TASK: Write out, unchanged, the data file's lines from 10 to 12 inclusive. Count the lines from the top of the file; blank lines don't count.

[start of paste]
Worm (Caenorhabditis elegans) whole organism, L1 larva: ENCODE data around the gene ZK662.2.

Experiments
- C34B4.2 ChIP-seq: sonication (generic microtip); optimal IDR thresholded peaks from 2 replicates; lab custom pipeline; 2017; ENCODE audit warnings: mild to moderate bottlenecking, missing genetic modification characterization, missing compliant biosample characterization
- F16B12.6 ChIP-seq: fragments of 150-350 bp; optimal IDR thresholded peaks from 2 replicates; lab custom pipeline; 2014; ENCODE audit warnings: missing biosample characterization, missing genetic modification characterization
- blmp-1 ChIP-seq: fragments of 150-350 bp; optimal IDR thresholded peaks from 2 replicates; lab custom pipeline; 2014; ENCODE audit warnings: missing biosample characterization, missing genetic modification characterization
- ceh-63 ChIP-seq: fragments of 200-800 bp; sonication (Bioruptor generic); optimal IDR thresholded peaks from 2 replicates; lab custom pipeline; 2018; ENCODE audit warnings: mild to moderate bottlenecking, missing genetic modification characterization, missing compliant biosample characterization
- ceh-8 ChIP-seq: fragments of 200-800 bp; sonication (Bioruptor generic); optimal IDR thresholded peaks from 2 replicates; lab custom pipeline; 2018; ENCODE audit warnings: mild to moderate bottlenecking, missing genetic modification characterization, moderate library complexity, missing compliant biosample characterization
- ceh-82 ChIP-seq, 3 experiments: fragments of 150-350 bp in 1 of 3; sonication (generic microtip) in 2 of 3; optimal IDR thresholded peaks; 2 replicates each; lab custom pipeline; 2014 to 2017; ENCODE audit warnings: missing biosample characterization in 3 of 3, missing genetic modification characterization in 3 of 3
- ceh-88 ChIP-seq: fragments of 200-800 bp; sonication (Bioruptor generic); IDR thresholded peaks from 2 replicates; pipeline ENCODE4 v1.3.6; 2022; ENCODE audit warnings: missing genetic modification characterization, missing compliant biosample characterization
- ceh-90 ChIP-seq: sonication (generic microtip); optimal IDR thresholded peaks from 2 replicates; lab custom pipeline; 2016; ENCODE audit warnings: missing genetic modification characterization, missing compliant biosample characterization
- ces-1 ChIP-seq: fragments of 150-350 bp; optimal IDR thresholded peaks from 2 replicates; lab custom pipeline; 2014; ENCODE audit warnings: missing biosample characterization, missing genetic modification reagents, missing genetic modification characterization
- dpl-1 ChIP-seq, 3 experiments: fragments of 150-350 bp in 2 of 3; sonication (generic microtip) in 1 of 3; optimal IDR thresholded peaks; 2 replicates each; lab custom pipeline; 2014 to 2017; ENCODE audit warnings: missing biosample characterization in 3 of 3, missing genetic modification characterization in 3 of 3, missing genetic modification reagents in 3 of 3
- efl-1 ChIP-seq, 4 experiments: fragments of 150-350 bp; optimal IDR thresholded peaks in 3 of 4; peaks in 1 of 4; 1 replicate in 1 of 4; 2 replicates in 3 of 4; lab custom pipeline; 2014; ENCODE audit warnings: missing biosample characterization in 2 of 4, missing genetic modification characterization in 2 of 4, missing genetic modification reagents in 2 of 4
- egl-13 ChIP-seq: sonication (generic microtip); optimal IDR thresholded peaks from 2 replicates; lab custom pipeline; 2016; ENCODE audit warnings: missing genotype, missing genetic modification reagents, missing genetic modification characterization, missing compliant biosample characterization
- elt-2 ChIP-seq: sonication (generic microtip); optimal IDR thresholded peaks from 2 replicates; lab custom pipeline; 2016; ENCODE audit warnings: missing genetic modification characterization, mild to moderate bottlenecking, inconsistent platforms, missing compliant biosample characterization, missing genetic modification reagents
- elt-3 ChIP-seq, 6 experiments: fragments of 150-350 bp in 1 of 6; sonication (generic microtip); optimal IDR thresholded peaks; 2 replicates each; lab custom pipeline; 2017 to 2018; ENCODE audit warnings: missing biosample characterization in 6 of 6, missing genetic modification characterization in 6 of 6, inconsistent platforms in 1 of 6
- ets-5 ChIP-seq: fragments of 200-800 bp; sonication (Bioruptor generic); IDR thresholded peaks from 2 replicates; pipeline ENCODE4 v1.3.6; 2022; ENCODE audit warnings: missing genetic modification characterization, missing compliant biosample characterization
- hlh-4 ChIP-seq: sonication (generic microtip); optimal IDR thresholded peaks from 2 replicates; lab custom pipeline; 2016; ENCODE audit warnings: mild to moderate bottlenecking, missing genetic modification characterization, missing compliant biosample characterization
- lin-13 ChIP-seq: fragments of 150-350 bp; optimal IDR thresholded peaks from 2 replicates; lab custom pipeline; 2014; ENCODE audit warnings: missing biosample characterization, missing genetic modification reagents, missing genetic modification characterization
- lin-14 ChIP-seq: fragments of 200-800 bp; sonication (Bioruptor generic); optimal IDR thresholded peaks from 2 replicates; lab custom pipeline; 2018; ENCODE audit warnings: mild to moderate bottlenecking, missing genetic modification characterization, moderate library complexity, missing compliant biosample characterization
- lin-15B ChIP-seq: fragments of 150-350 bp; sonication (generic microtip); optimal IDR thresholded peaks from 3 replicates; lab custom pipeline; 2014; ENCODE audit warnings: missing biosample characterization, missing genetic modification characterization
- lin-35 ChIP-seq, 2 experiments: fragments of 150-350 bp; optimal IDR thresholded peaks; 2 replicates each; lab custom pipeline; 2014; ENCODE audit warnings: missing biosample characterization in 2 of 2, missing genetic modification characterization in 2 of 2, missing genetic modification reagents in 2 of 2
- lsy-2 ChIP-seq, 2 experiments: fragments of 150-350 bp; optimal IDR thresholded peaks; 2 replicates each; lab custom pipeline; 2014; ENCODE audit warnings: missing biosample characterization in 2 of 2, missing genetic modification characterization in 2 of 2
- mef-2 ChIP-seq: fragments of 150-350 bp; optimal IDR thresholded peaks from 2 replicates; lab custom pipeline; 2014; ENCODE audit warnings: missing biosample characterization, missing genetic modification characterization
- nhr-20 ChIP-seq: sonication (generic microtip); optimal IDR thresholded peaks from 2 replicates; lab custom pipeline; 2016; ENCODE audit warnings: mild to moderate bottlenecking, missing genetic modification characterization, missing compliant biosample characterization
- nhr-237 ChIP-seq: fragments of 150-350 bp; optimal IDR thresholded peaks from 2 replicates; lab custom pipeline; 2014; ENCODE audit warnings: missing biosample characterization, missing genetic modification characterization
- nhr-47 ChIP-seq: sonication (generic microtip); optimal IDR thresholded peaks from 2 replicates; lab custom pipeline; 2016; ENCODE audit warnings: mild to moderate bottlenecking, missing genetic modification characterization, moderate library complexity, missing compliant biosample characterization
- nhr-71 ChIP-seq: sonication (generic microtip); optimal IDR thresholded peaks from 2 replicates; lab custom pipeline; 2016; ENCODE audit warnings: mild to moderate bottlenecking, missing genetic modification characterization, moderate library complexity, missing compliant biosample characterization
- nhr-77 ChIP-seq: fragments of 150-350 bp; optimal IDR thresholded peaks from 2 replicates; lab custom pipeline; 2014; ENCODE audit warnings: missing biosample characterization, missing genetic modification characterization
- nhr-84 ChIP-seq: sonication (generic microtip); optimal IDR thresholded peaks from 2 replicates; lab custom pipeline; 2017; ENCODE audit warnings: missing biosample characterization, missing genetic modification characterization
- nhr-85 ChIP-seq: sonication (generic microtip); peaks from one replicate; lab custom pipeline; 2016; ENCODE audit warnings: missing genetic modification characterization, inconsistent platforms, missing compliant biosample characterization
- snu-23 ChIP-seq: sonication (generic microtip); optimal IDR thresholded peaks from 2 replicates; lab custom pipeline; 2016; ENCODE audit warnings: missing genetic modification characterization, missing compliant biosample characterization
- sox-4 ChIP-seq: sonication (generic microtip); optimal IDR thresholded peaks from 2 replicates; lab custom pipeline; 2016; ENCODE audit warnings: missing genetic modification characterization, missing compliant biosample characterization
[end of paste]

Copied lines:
- ceh-90 ChIP-seq: sonication (generic microtip); optimal IDR thresholded peaks from 2 replicates; lab custom pipeline; 2016; ENCODE audit warnings: missing genetic modification characterization, missing compliant biosample characterization
- ces-1 ChIP-seq: fragments of 150-350 bp; optimal IDR thresholded peaks from 2 replicates; lab custom pipeline; 2014; ENCODE audit warnings: missing biosample characterization, missing genetic modification reagents, missing genetic modification characterization
- dpl-1 ChIP-seq, 3 experiments: fragments of 150-350 bp in 2 of 3; sonication (generic microtip) in 1 of 3; optimal IDR thresholded peaks; 2 replicates each; lab custom pipeline; 2014 to 2017; ENCODE audit warnings: missing biosample characterization in 3 of 3, missing genetic modification characterization in 3 of 3, missing genetic modification reagents in 3 of 3